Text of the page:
Digital Transformation Through Agile Delivery
IT Agility AbilityTM
Digital Transformation Through Agile Delivery
IT Agility AbilityTM

Virtual Machines Vs. Containers

By . December 20, 2018
As a Consultant who specialises in the placement of virtualisation and cloud technology professionals, I speak with new and existing clients on a daily basis. One trend I’ve noticed when talking to new clients is the decrease in the use of virtualisation technology, and the increase in the use of the cloud.


The conversation usually goes something like this:

Me: “I know that VMware is a technology you use quite a lot in the business. I’m currently working with a number of VMware Certified Professionals who are interested in new opportunities and wanted to understand how the business could utilise such professionals at this time?”

Client: “We probably could do with another VMware specialist – but our plans are very much focused on moving to the cloud”


As a Recruiter, you need to embrace these trends and that’s why I’m building up my network of cloud professionals, while still servicing my existing clients who require the virtualisation professionals as it is still essential to IT infrastructures in small and large organisations.

I’m not a techy but I was interested in doing some research to find out why organisations are starting to question their use of VMware & Hyper-V technology?

It appears that the main factors in this trend are cost and the headache of legacy systems. The rise of “containers”, which are cheaper to use and born in the cloud so no installation problems, are impacting the dominance of virtualisation.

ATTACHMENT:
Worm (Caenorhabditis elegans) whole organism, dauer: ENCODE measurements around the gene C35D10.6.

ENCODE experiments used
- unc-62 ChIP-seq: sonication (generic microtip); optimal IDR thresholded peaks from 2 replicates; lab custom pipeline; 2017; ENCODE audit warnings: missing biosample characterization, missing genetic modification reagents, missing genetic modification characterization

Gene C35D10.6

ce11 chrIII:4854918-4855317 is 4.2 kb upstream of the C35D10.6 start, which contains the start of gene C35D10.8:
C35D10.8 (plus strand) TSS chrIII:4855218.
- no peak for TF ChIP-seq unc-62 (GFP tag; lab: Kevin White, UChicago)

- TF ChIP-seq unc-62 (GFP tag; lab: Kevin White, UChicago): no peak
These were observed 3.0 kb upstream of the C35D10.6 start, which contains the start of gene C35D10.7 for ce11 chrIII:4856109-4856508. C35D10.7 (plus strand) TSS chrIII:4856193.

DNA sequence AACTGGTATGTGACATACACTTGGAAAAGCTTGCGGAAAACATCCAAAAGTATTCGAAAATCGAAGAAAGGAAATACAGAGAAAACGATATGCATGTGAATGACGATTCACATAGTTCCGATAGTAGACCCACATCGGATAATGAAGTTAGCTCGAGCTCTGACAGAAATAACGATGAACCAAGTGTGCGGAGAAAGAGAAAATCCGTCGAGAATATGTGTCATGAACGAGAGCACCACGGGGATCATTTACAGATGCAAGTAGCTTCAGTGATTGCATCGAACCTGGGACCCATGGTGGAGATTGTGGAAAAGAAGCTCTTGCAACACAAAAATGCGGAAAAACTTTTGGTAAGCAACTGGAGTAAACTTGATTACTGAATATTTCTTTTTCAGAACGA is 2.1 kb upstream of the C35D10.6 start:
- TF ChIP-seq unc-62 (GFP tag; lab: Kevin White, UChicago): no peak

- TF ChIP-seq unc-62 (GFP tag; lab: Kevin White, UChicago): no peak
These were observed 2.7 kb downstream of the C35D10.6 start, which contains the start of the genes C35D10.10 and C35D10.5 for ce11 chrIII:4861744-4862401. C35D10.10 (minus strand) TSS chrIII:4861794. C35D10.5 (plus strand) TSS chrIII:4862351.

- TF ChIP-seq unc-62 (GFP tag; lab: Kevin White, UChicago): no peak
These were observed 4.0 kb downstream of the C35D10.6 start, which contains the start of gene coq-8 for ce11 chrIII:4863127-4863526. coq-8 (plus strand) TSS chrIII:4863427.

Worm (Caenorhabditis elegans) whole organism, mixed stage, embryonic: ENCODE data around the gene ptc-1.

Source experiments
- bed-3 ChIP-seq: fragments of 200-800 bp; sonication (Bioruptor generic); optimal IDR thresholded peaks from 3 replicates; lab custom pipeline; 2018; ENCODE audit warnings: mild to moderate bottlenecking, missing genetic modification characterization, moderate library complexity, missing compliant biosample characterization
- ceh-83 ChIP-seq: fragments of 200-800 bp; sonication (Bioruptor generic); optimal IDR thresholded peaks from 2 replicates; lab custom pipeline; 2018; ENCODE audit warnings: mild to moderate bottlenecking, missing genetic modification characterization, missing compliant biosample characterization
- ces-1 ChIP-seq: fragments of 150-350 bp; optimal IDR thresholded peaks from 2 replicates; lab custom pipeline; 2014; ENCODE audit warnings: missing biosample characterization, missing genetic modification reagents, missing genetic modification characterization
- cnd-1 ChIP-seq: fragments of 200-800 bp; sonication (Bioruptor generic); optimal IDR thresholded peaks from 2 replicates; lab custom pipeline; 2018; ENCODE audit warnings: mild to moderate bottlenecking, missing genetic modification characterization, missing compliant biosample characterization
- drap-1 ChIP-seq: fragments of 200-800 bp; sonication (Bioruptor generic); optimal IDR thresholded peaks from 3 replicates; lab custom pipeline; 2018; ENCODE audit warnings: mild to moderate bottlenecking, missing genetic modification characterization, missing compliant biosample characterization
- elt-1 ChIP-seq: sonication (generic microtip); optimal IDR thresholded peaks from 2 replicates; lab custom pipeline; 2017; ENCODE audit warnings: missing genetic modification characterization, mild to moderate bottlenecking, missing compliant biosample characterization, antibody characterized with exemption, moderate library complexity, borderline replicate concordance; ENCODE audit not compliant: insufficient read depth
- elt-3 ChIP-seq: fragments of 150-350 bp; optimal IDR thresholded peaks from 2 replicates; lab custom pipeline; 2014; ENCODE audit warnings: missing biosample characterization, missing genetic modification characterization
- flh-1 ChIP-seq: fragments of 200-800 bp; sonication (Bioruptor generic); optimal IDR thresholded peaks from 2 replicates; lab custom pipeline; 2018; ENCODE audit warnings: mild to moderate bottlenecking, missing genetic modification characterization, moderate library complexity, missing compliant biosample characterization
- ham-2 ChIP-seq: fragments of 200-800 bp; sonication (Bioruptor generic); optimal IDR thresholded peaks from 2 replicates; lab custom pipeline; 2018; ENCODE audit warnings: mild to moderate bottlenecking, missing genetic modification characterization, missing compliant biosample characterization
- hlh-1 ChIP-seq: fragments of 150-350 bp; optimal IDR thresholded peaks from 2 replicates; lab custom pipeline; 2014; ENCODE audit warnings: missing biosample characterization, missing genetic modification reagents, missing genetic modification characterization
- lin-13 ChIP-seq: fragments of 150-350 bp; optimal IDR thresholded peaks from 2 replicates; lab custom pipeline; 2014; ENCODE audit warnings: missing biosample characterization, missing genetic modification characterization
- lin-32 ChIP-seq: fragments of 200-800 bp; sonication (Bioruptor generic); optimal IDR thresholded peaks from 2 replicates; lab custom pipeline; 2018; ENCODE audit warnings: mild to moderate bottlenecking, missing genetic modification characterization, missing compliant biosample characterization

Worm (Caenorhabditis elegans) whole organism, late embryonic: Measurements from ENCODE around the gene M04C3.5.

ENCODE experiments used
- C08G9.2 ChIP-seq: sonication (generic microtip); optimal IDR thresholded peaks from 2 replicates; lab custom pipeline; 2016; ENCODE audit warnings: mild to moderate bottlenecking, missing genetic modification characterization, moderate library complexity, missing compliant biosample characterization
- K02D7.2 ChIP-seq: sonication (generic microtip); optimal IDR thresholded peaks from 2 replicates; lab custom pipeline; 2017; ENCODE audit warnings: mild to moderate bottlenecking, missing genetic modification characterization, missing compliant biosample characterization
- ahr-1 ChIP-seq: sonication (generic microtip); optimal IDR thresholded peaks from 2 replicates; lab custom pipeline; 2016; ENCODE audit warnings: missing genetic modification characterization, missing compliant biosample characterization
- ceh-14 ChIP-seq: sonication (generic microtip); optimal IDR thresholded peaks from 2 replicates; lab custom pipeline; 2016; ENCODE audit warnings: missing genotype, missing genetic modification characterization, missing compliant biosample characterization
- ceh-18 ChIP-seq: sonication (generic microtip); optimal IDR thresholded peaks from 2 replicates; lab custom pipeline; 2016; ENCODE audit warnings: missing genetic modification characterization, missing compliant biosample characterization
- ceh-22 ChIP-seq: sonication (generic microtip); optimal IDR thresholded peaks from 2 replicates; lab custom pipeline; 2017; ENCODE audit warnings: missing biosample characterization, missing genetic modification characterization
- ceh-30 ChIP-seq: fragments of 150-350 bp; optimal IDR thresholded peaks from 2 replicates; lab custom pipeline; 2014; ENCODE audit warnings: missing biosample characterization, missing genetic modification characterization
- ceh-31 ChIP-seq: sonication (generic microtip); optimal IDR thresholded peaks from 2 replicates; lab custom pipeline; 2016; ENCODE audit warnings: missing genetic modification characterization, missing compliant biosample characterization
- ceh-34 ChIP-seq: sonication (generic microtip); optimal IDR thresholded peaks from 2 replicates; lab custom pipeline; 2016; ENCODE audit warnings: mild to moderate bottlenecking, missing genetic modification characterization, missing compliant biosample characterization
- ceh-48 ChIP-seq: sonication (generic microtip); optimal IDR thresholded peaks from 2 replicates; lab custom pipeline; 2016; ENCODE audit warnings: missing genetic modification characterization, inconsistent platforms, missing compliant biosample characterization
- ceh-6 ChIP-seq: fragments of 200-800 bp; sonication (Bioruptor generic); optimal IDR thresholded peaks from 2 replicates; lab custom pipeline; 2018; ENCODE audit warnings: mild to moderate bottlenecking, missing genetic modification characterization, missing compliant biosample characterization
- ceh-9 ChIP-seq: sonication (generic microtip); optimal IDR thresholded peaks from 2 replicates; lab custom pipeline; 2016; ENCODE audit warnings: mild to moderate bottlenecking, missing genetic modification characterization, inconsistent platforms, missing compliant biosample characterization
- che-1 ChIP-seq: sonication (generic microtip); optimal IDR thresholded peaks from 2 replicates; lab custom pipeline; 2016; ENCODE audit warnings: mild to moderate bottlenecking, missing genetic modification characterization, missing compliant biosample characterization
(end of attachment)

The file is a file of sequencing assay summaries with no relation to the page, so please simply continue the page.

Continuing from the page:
An example of a container is Docker. Docker containers wrap a piece of software in a complete filesystem that contains everything needed to run: code, runtime, system tools, system libraries – anything that can be installed on a server. This guarantees that the software will always run the same, regardless of its environment.

Containers and virtual machines have similar resource isolation and allocation benefits -- but a different architectural approach allows containers to be more portable and efficient.

Containers include the application and all of its dependencies -- but share the kernel with other containers, running as isolated processes in user space on the host operating system. Docker containers are not tied to any specific infrastructure: they run on any computer, on any infrastructure and in any cloud.

However VMware & Microsoft aren’t just standing still – they are embracing the change and recognise their market supremacy is under threat. For example, VMware has long been criticised for its proprietary approach to virtualisation but last year delivered their first open source container products.

The first of these were Project Lightwave which focuses on identity and access management, the second was Project Photon which looks at managing containers and VM’s on a single platform.

It’s going to be interesting to see how things develop in the battle for server virtualisation supremacy. But the fact VMware & Microsoft are taking a proactive approach to containers means they’re taking the threat very seriously.

- Phil

For more information on virtualisation and cloud technology market, contact Phil Lillicrapp



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